The interspersed interviews raise all kinds of questions around motherhood and our attitudes towards having children. There’s Justine Roberts, the founder of the website Mumsnet, who despite her day job and four children, is adamant that you don’t need children to live a happy life there’s Jody Day, founder of Gateway Women, whose own experiences of coming to terms with childlessness led her to set up her support network, there’s politician Fiona Mactaggart who had six unsuccessful rounds of IVF before being diagnosed with multiple sclerosis and former Chief Constable Julie Spence who illustrates how full life can be without children. These are just some of the women Jessica meets on her quest to discover more about women’s relationships to motherhood.
There are some interesting insights in these vignettes about being a mother or living without children and what that means to different women, but it’s Jessica’s own story that is at the heart of the narrative as she recognises that she is “swimming my way out of grief”. She has moments of enlightenment along the way as she questions her own desire to be a mother, and there’s also a subtext in the shadows of the story which is Jessica’s own relationship with her partner, and the toll that the infertility and the treatment seem to have taken there.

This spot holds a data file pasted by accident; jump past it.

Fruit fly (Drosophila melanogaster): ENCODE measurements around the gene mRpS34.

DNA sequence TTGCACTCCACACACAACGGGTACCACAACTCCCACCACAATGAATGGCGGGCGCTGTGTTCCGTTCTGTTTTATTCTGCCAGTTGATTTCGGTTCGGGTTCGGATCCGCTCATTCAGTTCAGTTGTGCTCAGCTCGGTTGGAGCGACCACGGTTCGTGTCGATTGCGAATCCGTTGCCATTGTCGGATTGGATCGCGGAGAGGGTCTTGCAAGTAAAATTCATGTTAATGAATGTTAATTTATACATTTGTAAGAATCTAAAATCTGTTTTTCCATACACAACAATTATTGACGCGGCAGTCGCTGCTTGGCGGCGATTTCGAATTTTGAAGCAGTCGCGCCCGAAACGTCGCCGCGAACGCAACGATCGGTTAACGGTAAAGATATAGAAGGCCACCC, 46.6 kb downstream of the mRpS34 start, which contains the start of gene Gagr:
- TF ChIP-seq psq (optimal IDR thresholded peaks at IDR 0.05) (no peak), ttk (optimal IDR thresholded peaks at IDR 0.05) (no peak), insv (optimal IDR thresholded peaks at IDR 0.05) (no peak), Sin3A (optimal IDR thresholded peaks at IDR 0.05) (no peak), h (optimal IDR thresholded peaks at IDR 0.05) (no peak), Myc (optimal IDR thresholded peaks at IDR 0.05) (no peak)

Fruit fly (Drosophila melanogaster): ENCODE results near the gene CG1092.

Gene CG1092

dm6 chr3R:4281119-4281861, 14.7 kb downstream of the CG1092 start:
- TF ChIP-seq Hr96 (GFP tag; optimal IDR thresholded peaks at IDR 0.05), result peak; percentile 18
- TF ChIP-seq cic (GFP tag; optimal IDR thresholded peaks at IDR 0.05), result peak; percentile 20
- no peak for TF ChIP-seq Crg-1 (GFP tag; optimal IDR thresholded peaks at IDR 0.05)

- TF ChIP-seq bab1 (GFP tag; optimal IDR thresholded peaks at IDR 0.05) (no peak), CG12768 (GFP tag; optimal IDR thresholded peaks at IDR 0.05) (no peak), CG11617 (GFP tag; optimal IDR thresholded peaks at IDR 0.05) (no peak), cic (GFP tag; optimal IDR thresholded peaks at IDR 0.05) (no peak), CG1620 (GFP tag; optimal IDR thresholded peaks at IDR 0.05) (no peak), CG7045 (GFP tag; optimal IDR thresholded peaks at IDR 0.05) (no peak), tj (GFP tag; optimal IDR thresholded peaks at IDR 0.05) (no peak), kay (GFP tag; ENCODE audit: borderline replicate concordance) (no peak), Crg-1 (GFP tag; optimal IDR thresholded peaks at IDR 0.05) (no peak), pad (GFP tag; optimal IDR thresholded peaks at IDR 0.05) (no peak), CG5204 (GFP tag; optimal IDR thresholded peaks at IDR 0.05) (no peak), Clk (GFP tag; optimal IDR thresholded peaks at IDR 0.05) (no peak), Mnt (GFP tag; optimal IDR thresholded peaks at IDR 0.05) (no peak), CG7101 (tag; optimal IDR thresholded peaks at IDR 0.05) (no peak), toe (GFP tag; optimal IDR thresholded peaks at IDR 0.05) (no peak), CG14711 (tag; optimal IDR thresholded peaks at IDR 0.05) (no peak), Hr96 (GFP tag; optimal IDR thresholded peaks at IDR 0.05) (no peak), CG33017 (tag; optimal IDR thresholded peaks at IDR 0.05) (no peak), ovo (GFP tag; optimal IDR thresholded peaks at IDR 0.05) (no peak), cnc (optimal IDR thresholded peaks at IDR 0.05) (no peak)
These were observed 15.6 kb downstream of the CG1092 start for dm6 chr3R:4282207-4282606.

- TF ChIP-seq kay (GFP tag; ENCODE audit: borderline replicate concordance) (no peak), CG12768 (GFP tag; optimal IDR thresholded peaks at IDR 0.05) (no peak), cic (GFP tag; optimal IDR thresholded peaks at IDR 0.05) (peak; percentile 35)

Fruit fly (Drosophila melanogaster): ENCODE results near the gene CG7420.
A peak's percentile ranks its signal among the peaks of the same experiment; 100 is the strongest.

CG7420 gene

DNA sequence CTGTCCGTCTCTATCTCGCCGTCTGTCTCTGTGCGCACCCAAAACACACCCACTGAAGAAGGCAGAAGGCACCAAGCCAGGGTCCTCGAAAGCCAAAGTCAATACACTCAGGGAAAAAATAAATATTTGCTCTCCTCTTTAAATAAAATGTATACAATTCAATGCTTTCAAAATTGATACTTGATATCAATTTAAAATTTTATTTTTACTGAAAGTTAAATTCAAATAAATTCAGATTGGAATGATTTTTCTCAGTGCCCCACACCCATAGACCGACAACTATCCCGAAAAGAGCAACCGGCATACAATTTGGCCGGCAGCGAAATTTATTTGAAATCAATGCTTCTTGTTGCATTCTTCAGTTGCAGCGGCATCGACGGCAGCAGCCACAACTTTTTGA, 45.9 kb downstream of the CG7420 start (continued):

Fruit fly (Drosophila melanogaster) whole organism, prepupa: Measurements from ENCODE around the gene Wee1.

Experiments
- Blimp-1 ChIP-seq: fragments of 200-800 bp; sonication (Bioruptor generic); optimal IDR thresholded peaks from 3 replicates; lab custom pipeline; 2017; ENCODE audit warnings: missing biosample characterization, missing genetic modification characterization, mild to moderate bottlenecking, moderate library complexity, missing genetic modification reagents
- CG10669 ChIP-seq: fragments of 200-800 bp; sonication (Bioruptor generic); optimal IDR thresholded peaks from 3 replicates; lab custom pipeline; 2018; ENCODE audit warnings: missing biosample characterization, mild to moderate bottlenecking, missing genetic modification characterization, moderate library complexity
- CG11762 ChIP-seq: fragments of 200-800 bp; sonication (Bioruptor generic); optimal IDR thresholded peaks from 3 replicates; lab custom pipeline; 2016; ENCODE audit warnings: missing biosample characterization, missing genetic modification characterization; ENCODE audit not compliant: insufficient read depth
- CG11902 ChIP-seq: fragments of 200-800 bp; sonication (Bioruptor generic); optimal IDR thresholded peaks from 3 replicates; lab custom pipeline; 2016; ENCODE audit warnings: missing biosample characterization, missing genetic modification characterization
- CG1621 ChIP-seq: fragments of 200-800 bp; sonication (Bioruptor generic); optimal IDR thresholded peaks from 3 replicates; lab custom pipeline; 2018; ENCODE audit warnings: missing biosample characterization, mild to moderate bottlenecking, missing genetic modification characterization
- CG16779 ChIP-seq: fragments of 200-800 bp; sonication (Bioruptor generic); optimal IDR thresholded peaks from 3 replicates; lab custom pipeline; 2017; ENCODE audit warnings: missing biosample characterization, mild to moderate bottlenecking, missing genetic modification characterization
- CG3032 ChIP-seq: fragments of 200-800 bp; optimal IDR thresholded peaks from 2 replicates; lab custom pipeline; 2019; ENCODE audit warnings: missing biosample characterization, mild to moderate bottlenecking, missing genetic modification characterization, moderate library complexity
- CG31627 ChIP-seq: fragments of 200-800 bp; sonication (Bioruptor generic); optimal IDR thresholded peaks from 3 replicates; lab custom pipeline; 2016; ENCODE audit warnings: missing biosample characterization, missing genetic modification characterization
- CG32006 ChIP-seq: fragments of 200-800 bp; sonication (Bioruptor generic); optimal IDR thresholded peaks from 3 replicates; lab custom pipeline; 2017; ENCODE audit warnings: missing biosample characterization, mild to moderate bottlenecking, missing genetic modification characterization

If you’ve had personal experience of fertility problems, there is a lot that will resonate, but this is not just a book about in fertility, or about swimming the Channel.
‘21 Miles – swimming in search of the meaning of motherhood’ is a thought provoking read. If you’ve had personal experience of fertility problems, there is a lot that will resonate, but this is not just a book about infertility, or about swimming the Channel. It’s a book which aims to make us think about motherhood and society’s attitudes to mothers, about our own thoughts on the subject and about what lies behind them. Jessica has an engaging style and a light touch, making ’21 Miles’ an enjoyable read. Of course, the question you really want answered is whether Jessica ever completed her swim across the Channel, and finding out is just one of the many reasons you should go and buy this highly recommended book right away!